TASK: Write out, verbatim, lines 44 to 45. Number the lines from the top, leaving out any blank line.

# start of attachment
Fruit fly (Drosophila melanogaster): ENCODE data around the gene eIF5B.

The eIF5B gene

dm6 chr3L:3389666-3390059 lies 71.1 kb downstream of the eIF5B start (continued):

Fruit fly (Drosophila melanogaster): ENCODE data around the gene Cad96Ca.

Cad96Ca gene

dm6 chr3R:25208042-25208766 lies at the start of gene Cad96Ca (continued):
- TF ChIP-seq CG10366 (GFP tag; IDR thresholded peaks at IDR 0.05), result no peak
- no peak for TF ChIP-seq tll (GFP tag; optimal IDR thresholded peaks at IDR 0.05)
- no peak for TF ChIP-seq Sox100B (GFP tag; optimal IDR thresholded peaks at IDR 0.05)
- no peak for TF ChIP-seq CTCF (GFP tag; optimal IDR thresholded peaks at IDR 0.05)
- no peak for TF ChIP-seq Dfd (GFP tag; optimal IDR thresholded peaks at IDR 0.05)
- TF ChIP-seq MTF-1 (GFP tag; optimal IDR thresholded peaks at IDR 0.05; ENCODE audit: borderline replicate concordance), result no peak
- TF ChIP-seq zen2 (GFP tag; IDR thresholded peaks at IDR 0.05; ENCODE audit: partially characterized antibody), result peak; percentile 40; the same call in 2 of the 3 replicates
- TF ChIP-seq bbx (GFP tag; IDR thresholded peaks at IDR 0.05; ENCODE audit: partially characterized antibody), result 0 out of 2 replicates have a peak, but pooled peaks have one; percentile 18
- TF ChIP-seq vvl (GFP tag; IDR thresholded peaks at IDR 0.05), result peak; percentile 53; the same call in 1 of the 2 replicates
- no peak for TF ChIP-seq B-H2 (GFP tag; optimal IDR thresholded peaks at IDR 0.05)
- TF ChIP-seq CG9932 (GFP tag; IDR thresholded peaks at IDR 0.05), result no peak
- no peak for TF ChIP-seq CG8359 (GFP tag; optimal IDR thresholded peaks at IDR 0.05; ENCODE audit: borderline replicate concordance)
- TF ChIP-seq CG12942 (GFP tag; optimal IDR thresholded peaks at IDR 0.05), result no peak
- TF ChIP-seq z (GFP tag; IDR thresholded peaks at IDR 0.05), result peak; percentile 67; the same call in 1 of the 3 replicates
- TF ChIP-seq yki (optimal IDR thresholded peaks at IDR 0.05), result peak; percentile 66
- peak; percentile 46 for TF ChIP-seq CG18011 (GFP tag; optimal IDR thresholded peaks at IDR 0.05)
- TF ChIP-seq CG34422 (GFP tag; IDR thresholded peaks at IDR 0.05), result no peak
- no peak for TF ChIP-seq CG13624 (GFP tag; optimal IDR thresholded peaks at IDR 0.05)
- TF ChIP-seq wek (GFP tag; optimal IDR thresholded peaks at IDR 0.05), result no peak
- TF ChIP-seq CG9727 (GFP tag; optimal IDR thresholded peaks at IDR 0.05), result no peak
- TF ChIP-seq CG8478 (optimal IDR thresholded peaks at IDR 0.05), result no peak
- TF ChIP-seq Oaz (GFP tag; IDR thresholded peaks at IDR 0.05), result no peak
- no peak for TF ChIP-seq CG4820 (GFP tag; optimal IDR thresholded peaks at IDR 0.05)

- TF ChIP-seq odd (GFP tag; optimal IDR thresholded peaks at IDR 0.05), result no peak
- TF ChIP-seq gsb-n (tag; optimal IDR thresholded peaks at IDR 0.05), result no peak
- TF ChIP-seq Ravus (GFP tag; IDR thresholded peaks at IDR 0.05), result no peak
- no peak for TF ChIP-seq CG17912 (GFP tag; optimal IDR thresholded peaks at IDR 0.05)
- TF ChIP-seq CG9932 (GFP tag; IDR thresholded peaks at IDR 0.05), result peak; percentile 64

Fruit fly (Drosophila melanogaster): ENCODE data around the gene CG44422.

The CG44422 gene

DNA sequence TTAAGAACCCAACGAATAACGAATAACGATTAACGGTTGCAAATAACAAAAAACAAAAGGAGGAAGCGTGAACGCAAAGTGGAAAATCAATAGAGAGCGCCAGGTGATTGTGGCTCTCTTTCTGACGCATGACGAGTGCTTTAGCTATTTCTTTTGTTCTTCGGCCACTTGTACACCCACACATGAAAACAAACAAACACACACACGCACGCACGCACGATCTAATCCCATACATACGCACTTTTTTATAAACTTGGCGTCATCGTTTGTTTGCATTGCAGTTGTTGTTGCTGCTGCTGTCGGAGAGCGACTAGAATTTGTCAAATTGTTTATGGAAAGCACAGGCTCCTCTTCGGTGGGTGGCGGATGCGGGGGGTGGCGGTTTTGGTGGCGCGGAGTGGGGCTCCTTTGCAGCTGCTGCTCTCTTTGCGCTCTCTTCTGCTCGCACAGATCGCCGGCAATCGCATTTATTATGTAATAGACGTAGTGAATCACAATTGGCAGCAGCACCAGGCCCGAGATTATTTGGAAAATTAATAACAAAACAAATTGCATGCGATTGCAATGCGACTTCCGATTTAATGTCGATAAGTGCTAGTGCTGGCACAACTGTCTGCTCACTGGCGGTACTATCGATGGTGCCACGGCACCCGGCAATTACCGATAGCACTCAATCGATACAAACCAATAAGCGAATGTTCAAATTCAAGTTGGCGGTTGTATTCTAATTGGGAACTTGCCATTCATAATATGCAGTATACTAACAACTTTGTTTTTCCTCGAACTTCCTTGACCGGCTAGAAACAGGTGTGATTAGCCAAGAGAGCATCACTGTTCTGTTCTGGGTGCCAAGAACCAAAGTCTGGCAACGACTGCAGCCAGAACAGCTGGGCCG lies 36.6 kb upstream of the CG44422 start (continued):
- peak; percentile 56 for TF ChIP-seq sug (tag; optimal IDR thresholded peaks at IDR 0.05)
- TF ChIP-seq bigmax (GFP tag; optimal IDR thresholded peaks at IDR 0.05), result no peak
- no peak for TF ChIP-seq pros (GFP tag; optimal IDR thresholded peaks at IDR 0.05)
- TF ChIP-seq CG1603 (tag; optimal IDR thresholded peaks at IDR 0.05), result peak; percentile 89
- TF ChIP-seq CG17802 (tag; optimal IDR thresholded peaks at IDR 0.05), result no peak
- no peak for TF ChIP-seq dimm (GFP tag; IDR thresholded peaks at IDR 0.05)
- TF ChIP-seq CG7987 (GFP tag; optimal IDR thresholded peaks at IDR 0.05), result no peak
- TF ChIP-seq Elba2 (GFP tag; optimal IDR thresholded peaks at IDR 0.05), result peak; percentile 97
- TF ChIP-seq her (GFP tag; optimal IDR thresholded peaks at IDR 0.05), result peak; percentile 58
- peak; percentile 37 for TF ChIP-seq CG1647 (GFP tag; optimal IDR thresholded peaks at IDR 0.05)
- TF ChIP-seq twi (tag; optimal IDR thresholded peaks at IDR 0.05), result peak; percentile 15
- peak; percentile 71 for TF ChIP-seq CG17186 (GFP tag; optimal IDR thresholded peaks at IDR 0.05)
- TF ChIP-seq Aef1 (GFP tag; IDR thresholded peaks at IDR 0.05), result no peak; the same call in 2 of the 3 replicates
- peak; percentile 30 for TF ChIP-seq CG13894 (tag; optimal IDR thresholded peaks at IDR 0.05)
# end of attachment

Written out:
- TF ChIP-seq CG7987 (GFP tag; optimal IDR thresholded peaks at IDR 0.05), result no peak
- TF ChIP-seq Elba2 (GFP tag; optimal IDR thresholded peaks at IDR 0.05), result peak; percentile 97